INTERNATIONAL Anti-Corruption Day will be commemorated during this month. That means you can expect familiar platitudes from the usual stakeholders who have been trying, over decades, to eradicate this scourge.
What few will admit is that corruption, while we would like it to be a thing of the past, can only be curbed. Not eradicated. Which is why, ahead of next week’s United Nations (UN) observances, we would like to urge all to think of corruption as a matter that depends more on strengthening checks and balances within institutions, rather than just beefing up detection and prosecution.
Recent events have underlined just how endemic a culture of corruption appears to be. All sectors of state activity have been touched.
Seemingly innocuous programmes aimed at providing relief to flood victims have been marred by a range of offences relating to the distribution of grants, the unauthorised allocation of housing units and, in some cases, the revelation that as much as 40 per cent of overall funding can be siphoned.
But we have also seen allegations of corruption at the Chaguanas Borough Corporation involving building approvals, police officers charged with soliciting bribes and refusing lie detector tests, and even claims of mismanagement at the Cocoa Development Company. Even Prime Minister Dr Keith Rowley has forecast a wave of corruption matters in court and described the problem as a cancer in our society. We agree.
As noted by the UN, corruption is a complex social, political and economic phenomenon that affects all countries. It can occur at any time and in various guises. But no matter what form it takes, corruption has the potential to undermine democratic institutions and slow economic development. All of which contributes to social instability.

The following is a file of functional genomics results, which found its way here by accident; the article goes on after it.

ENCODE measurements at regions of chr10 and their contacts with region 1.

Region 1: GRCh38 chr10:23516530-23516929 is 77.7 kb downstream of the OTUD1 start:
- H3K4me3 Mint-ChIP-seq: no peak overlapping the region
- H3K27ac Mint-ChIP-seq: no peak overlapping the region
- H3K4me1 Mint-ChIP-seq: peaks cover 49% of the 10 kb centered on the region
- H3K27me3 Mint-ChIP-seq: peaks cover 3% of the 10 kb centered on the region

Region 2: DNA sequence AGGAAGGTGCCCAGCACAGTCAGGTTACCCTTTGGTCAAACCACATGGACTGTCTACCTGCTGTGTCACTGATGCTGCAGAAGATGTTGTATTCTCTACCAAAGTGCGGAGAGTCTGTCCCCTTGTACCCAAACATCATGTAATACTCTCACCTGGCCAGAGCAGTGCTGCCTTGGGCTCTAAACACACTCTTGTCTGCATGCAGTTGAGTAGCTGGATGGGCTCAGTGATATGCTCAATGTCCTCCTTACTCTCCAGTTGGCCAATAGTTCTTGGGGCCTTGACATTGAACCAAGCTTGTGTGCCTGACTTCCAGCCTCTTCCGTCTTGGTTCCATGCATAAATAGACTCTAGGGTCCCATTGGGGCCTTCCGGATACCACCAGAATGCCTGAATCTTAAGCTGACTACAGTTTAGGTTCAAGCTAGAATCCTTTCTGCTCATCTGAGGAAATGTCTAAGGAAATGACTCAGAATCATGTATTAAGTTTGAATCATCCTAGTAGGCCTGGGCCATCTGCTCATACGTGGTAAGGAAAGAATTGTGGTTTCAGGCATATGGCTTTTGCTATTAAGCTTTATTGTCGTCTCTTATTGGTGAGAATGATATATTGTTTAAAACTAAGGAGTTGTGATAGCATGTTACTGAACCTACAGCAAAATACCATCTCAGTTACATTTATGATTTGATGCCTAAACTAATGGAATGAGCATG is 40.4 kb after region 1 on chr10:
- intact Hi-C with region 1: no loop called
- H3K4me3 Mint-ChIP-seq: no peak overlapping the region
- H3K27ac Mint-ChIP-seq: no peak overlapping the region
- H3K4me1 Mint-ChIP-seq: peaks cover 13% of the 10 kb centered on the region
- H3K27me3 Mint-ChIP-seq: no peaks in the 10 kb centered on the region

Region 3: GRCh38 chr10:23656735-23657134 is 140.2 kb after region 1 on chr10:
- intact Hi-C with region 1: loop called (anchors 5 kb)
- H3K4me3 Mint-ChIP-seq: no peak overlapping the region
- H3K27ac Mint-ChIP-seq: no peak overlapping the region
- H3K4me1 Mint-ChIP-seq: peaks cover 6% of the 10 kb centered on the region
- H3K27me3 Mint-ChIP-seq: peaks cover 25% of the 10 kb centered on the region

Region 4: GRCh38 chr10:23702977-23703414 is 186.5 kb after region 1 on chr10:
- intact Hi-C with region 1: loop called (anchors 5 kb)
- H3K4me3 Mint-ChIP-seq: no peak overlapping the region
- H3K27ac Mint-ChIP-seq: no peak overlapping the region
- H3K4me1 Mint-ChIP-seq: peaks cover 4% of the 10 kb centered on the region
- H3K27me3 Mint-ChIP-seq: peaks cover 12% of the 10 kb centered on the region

In its more extreme iterations, corruption attacks the foundation of democratic institutions by distorting electoral processes, perverting the rule of law and creating bureaucratic quagmires whose only reason for existing is the soliciting of bribes. Economic growth is stunted because few want to invest, and small firms find it possible to gain a foothold.
We need to stop lamenting the problem and start taking meaningful steps to change our habits. Police probes and lawsuits are certainly powerful deterrents. But given the costs involved it is likely these barely scratch the surface. More useful would be strengthening checks and balances within state agencies to ensure a culture of compliance. This is where legislative tools such as the procurement legislation come into play.
However, the issue must be wider than obeying the rules in the award of contracts. Curbing corruption means having transparent systems that more quickly detect problems in all areas. So, for example, state entities should not be sending audits to Parliament years after the fact, leaving our elected MPs to helplessly mull over improprieties in committees after the fact.